Exploring Top Down Ethics

Document Sample
Exploring Top Down Ethics Powered By Docstoc
					Exploring Top Down Ethics


        Presented by Rory Rowland
Concern for Ethical and Societal Issues
Sarbanes-Oxley Act 2002 law that added oversight for the nation’s major
   companies and a special oversight board to regulate public accounting firms
   that audit the financial records of these corporations.
Business Ethics The standards of conduct and moral values governing actions and
   decisions in the work environment.
   • Social responsibility.
   • Balance between what’s right and what’s profitable.
   • Often no clear-cut choices.
   • Often shaped by the organization’s ethical climate.
• High profile investigations and arrests in headlines.
• Vast majority of businesses ethical.
• New corporate officers charged with deterring wrongdoing and ensuring ethical
Individuals Make a Difference
•   Personal ethics matter.
     • Survey of workers found 30 percent spent
     30 minutes daily doing personal business
• Technology expanded abuses.
     • Data theft.
Code of Conduct Policy

Covered Persons of this credit union are expected to
conduct the business of the credit union in full compliance
with both the letter and the spirit of the law and the
guidelines established by this Code and to:
• Use confidential information properly
• Comply with CU policies and procedures
• Recognize, disclose, and avoid conflicts of interest
• Protect credit union property, including information,
products, services, and assets
• Properly manage personal finances
• Treat fairly and respectfully all with whom they have
Conflict of Interest
Situation that has the potential to
undermine the impartiality of a person
because of the possibility of a clash
between the person's self-interest and
professional-interest or public-interest.
Conflict of Interest

Situation where a party's responsibility to
a second-party limits its ability to
discharge its responsibility to a third-
Federal Bank Bribery Act

   The Bank Bribery Act prohibits any
   Covered Person of the CU from offering
   or receiving anything of value where the
   item of value is offered with the intent of
   influencing the Covered Person
   involved in a credit union business
Allowable Activities
• Acceptance  of gifts
• Acceptance of meals
• Acceptance of loans
• Acceptance of unsolicited advertising or promotional
materials of nominal value.
• Acceptance of discounts or rebates on merchandise or
• Acceptance of gifts of reasonable value (limited to
$100 per gift, per person)
• Acceptance of civic, charitable, educational, or
religious awards in recognition of a service performed or
an accomplishment.
Ethical Leadership

• Code of Conduct Formal statement that defines how the organization expects
   and requires employees to resolve ethical questions.

Ethical Reasoning

• Codes of conduct cannot detail a solution for every ethical situation, so
   corporations provide training in ethical reasoning.

Ethical Action

• Helping employees recognize and reason through ethical problems and turning
   them into ethical actions.

Ethical Leadership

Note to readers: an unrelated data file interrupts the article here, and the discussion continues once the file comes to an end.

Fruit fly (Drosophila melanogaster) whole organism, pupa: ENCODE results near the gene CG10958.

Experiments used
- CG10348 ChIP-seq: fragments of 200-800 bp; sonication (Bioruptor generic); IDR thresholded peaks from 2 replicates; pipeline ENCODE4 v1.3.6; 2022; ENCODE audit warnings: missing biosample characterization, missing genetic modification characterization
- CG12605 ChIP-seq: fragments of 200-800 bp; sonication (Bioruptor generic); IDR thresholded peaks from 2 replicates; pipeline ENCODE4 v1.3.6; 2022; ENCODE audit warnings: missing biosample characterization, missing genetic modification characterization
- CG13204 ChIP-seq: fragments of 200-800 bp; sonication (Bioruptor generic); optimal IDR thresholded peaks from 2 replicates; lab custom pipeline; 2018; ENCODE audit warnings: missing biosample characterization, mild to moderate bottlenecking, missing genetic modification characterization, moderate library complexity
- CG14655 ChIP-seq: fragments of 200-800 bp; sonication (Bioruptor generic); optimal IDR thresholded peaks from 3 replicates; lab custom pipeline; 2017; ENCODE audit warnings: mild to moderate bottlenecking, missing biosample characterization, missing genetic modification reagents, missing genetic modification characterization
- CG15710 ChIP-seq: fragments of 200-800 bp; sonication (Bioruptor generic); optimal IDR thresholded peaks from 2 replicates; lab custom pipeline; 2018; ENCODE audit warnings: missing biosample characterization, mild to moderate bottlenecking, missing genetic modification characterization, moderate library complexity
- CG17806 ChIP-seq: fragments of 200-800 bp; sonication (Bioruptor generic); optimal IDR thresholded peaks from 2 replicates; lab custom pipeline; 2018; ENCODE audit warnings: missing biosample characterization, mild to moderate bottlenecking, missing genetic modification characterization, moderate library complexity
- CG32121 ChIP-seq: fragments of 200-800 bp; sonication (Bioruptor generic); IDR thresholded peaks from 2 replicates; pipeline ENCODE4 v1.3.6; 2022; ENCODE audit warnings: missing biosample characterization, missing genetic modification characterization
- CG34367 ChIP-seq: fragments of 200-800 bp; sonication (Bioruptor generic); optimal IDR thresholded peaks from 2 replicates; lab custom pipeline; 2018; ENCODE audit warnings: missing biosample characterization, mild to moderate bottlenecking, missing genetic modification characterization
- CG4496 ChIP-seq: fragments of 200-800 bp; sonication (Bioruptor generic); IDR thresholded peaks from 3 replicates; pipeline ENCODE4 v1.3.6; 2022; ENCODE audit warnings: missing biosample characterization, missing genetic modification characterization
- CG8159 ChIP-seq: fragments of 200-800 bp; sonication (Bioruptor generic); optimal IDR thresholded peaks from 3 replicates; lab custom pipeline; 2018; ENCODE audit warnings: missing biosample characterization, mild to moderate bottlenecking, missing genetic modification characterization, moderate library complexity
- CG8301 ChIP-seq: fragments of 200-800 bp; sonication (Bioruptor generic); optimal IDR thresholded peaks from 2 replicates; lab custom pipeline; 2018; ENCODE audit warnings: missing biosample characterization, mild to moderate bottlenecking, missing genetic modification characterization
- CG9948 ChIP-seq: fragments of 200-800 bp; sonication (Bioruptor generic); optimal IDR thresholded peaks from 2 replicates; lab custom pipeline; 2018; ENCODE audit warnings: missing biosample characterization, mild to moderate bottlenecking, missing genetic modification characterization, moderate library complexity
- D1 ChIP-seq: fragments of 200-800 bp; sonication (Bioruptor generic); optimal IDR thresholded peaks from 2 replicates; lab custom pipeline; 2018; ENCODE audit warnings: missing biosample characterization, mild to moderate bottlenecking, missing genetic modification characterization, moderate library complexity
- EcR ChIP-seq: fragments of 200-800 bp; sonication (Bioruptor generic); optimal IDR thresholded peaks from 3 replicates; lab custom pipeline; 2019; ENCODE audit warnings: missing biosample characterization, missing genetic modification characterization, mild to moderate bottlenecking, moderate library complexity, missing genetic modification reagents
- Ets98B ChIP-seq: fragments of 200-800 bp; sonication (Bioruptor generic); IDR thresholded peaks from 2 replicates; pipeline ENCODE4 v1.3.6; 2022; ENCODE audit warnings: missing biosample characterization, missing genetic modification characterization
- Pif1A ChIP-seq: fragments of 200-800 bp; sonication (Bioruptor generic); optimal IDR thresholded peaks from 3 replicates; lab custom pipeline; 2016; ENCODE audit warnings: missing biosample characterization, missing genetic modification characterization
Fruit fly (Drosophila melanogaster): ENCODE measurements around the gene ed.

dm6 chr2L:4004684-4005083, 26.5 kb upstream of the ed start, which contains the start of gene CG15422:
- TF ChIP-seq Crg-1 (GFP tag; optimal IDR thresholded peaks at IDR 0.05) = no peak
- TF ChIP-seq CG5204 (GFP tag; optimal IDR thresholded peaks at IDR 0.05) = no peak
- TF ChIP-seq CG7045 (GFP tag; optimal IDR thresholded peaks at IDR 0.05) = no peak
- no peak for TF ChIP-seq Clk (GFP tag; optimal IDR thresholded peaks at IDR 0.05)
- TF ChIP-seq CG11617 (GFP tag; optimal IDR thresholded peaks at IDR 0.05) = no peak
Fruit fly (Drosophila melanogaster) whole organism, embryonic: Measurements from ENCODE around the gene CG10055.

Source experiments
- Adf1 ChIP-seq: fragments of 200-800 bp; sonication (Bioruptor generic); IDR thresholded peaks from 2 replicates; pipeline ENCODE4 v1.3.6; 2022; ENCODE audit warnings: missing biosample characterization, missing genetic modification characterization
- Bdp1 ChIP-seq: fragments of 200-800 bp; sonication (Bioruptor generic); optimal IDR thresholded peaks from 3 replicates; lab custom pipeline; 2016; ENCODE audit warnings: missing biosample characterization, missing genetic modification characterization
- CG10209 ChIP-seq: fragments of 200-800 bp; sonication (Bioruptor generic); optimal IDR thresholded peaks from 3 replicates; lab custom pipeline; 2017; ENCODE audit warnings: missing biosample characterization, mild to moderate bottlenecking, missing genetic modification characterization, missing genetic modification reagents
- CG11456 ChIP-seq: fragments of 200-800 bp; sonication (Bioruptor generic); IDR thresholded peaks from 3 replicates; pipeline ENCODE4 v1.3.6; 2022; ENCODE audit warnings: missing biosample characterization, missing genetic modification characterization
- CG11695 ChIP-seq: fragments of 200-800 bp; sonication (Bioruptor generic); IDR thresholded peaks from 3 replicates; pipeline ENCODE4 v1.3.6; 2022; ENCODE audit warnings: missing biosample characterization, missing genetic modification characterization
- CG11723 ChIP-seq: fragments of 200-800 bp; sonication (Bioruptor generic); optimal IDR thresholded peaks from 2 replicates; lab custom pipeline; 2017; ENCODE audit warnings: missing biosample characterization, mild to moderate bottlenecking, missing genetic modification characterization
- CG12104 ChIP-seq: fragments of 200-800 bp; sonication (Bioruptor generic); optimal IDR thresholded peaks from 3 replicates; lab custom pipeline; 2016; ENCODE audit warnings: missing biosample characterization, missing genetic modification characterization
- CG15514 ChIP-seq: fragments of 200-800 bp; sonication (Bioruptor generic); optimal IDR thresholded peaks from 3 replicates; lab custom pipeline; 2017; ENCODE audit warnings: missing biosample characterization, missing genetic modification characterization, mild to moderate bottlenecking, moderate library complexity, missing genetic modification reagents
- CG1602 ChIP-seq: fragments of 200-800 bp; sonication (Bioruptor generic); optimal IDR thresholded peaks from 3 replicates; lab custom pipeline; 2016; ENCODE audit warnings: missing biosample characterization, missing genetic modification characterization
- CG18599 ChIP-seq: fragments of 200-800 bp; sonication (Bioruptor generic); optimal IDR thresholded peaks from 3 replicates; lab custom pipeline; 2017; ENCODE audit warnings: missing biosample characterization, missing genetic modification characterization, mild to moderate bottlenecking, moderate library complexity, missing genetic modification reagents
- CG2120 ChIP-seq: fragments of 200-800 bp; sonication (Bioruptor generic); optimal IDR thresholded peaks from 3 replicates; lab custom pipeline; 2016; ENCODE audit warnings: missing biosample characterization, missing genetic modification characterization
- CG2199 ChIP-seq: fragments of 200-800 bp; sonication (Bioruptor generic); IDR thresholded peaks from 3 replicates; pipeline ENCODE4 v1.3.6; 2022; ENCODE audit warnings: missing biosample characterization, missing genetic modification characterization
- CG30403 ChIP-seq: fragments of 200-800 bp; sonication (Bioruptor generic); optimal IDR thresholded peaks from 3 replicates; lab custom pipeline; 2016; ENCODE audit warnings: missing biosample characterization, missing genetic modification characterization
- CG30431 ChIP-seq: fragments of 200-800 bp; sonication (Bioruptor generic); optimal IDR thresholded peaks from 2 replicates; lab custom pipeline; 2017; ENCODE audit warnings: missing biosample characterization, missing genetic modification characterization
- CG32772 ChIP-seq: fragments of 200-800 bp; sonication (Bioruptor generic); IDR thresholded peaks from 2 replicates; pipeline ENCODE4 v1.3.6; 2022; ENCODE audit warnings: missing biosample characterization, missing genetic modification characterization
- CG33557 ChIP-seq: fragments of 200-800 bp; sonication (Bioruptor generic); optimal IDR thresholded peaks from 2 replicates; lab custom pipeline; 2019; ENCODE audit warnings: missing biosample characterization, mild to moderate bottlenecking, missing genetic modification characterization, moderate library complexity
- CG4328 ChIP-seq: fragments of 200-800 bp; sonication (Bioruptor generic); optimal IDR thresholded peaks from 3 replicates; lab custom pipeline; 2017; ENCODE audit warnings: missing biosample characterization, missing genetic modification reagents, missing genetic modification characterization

• Executives must demonstrate ethical behavior in their actions.
World of Values


                 Making the Case Nationwide

     2000 National Business Ethics Survey Report
   One in eight employees feels pressure to compromise their
    organizations’ ethical standards.
   About one in three employees observes misconduct at work.
   One in three fears retaliation if they report misconduct or
    other ethical concerns.
   Senior and middle managers’ perceptions about ethical
    behaviors in their organizations are consistently more positive
    than those of lower level employees.
   There are virtually no differences in ethical standards
    perceptions among employees of government, for-profit and
    non-profit activities.
            - Ethics Resource Center, Washington, D.C., 2000

               Making the Case Nationwide

2000 National Business Ethics Survey Report

        Top five observed misconduct behaviors
      Withholding needed information
      Abusive or intimidating behavior toward
      Misreporting actual time or hours worked
                        - Ethics Resource Center, Washington, D.C., 2000

“No one trusts or believes senior management
these days – yet a lot of executives are too
stressed out to care. The result is a crisis of
hope, faith and charity in business.”
                   - Kenny Moore, Keystand Corporation
                    as reported in the Wall Street Journal,
                    February 19, 2002

                  Impact of Disrespect
                    In the Workplace
• 71% of 1,100 workers surveyed* said they’d
  experienced disrespectful behavior on the job.

• Result: damaged mental health and lowered

*University of Michigan-Ann Arbor report to the American Psychological Society, 2001

            Respect’s Catch-22
• Complaining about disrespectful behavior often
  triggers social or work-related retaliation.

• Keeping quiet fosters anxiety or depression

     “Responsibility is a detachable
     burden easily shifted to the shoulders
     of God, Fate, Fortune, Luck or one’s
     neighbor. In the days of astrology,
     it was customary to unload it upon
     a star.”
                  -- Ambrose Bierce, 19th c. American author

Aspects of Responsibility
     Accountability. We are free to choose and that
      makes us accountable for our choices.
     Duty. We are obliged to do what is expected of
      us by virtue of our jobs and our work force

Trustworthiness and Lying

               What is a lie in business?
        Exaggerations of product claims.
        Over-promising of service and deliveries.


Rory Rowland
14401 Covington
Independence, MO 64055